LINCOLN — Gov. Dave Heineman's first veto of the year stood for less than 24 hours.
Nebraska lawmakers voted Tuesday to override his veto of a bill shoring up retirement plans for school employees, judges and State Patrol troopers.
Only one senator voted against the override, which passed with 32 votes in favor.
Several others who had argued against making long-term changes in the school employee plan sat out the vote on Legislative Bill 553.
Like the governor, they suggested passing some short-term accounting changes that would eliminate the state liability in the current budget period and leave other issues to be studied later.
The legislative majority stood with State Sen. Jeremy Nordquist of Omaha, chairman of the Nebraska Retirement Systems Committee.
He said the governor's suggestion would push the problem into the future, an approach he compared to congressional inaction on Social Security and to Omaha's problems with underfunded pension plans.
“Skipping out on the bill is what got cities like Omaha in trouble,” Nordquist said. “This is an obligation we have to meet.”
But Sen. John Nelson of Omaha said he believed the best option would be to adopt a cash balance plan for school employees, like the one used for state employees.
Such plans guarantee participants a minimum rate of growth on money they and their employers contribute. Unlike a pension, the benefit that participants receive after retirement is not a guaranteed amount.
Nordquist said the courts have ruled that such a switch could be done only for newly hired employees. He said it would not take care of the state's liability for those hired earlier.
LB 553 would make long-term fixes, including a reduction in retirement benefits for newly hired school employees and an agreement to continue employee and school district contributions at the current level.
It also would raise the state contribution from 1 percent of school employee salaries to 2 percent, an increase of $20 million per year.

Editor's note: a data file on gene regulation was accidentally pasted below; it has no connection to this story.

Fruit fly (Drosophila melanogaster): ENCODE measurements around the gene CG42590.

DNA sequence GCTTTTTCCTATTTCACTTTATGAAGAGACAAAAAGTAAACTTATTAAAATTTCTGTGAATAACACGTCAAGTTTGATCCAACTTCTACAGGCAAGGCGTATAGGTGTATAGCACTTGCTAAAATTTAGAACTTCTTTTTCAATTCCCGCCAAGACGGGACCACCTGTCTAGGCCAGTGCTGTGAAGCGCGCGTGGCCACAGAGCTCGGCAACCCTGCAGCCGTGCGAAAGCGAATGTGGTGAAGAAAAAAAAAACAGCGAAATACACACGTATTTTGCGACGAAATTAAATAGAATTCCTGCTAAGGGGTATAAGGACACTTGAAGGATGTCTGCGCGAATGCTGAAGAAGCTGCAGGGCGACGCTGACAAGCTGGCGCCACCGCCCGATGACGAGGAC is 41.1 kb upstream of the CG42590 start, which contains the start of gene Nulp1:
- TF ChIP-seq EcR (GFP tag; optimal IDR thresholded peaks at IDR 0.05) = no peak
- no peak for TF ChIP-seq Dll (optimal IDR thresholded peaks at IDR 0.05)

Lawmakers had raised the teacher and school district contribution rates to deal with earlier shortfalls in the retirement plans. The rates were slated to drop in 2017.
Heineman had objected to the long-term provisions of LB 553, calling them unwise and unwarranted. He especially objected to the increased state funding.
Four major school organizations sent a joint letter to senators urging the override vote.
The letter was signed by representatives from the Nebraska State Education Association, the teachers union, as well as the Nebraska Council of School Administrators, Nebraska Association of School Boards and Nebraska Rural and Community Schools Association.
“LB 553 is good public policy because the overall funding for the school employee retirement plan is primarily borne by school employees and school districts,” the letter said.
Heineman's veto message said the Legislature's approach would move away from the tradition of having school employees, school districts and the state equitably address problems with the retirement plans. He said the bill would increase the state's contribution but would not increase contributions from most school employees and school districts.
Employees of the Omaha Public Schools would be the only exception. Their contribution rates were to increase to match statewide rates of 9.78 percent of income.
Heineman added that taxpayers, “in addition to the school lobby,” should be involved with crafting new long-term solutions.
His office did not respond to a message seeking comment on the override vote.
Nebraska, like most states, has been struggling to keep its pension plans healthy in recent years. The plans are still recovering from losses suffered during fiscal years 2008 and 2009, when the country was in recession.
The governor's budget recommendations did not include a proposed solution to the projected shortfalls in school, judges' and troopers' retirement plans.
Some lawmakers also pointed out that his administration had not testified on LB 553 or participated in discussions of the issue.
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